After the first year, students enroll in 5-6 additional credits (usually 2 courses) from the following choices:
- MES 524 Marine Ecology (3 credits)
- MES 570 Evolution (3 credits)
- MES 549 Aquatic Plant Biology (4 credits)
- MES 550 Terrestrial Plant Biology (4 credits)
- MES 552 Plant Physiology (4 credits)
- Environmental Science and Human Health (3 credits)
- MES 565 Selected Topics in Marine and Environmental Science (variable credits)
- MES 595 Independent Study (1-4 credits)
- MES 596 Internship (1-4 credits)
- MES 567 Pedagogy and Mentoring (1 credit)
Note that additional courses, including courses in zoology and in natural resource management, are currently being developed.
Also note that not all of the courses are offered every year (see course descriptions). If a course is not being offered, or if a student is interested in a topic for which a course does not currently exist, MES 595 Independent Study may be arranged in the area of interest. In such a case, students should contact their thesis advisor and the MMES Director.
MES 524 Marine Ecology (3 credits)
Principles of marine ecology introduced through reading and discussion of recent scientific literature. Course includes all topics of the undergraduate course MBI 424; additional requirements include, but are not limited to, more rigorous, extensive, and in depth analysis of primary literature. Three 50 minute lectures per week. (S-O)
MES 570 Evolution (3 credits)
Concepts of evolutionary biology, including the molecular level, population genetics, speciation, behavior, and broad patterns of macroevolution. Course includes all topics of the undergraduate course BIO 370; additional requirements include, but are not limited to, a more intensive consideration of the application of evolutionary theory to conservation biology, marine and environmental science. Three 50 minute lectures per week. (F-O)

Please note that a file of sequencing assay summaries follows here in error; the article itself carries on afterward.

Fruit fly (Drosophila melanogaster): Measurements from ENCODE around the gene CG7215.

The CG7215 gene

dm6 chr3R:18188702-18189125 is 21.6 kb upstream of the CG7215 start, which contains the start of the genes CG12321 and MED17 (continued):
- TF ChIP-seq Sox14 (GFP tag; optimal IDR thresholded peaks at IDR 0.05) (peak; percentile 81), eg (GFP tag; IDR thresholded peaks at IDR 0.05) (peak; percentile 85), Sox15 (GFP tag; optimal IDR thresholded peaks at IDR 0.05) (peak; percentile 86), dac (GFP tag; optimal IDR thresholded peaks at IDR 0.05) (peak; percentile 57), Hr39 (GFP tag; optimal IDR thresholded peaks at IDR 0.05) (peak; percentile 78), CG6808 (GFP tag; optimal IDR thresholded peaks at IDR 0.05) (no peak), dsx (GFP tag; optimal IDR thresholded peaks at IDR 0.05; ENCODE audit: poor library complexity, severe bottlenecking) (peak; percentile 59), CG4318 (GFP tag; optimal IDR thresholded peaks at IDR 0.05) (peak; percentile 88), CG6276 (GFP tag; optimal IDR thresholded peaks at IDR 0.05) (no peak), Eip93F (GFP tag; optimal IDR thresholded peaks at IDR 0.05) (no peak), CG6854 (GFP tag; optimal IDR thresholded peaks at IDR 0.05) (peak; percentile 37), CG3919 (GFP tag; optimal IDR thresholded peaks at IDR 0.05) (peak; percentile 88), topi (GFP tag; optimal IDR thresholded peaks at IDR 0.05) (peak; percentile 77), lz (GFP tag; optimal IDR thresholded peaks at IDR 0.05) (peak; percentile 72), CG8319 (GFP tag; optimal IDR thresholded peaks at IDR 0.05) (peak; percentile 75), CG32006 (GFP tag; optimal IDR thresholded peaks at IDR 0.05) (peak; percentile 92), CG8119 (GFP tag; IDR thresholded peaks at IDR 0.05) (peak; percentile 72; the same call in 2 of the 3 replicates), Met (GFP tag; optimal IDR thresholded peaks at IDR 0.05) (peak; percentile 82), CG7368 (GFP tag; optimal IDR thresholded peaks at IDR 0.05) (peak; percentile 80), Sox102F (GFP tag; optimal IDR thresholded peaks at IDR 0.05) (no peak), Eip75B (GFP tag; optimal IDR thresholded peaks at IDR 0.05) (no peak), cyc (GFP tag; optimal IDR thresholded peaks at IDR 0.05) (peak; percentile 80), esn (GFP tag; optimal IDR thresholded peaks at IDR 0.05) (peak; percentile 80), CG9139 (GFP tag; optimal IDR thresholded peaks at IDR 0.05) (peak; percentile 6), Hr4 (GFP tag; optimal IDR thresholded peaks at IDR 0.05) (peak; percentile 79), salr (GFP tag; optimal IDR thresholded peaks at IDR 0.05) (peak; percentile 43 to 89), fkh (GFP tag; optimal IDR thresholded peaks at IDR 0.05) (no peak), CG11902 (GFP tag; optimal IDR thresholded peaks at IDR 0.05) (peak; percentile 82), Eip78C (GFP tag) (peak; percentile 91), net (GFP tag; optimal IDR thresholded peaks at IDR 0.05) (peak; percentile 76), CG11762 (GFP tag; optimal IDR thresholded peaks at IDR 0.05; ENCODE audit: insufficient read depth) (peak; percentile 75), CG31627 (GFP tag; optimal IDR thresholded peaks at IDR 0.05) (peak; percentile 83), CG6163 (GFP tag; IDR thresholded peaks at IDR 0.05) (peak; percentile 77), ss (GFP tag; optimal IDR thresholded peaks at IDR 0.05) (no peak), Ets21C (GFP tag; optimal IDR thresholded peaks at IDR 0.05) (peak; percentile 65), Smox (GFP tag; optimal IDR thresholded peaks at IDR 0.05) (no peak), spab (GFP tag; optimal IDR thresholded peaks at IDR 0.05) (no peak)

MES 549 Aquatic Plant Biology (4 credits)
A comprehensive survey of aquatic plants with emphasis on marine systems. The life histories, morphology, physiology, ecology, and evolutionary relationships among the major groups of algae and flowering plants are examined using local flora as examples. The commercial uses of algae are included. Course includes all topics of the undergraduate course BIO 370; additional requirements include, but are not limited to, oral presentations of material from the primary scientific literature and completion of an independent research project. Three 50 minute lectures and three hours of field/laboratory per week. (F-E)
MES 550 Terrestrial Plant Biology (4 credits)
Comprehensive introduction to plant life from bryophytes through angiosperms. Morphology, evolution, systematics, reproduction, plant identification, and other significant biological aspects, with examples taken from the local flora. Students study principles that aid in understanding the biology and ecology of terrestrial plant ecosystems and learn to use field and laboratory techniques of plant biology. Course includes all material as the undergraduate course BIO 350 with additional graduate level work including a literature search, more in-depth examination questions, and a rigorous field research project. Three 50 minute lectures and one 3 hour field/laboratory per week. (S-O)
MES 552 Plant Physiology (4 credits)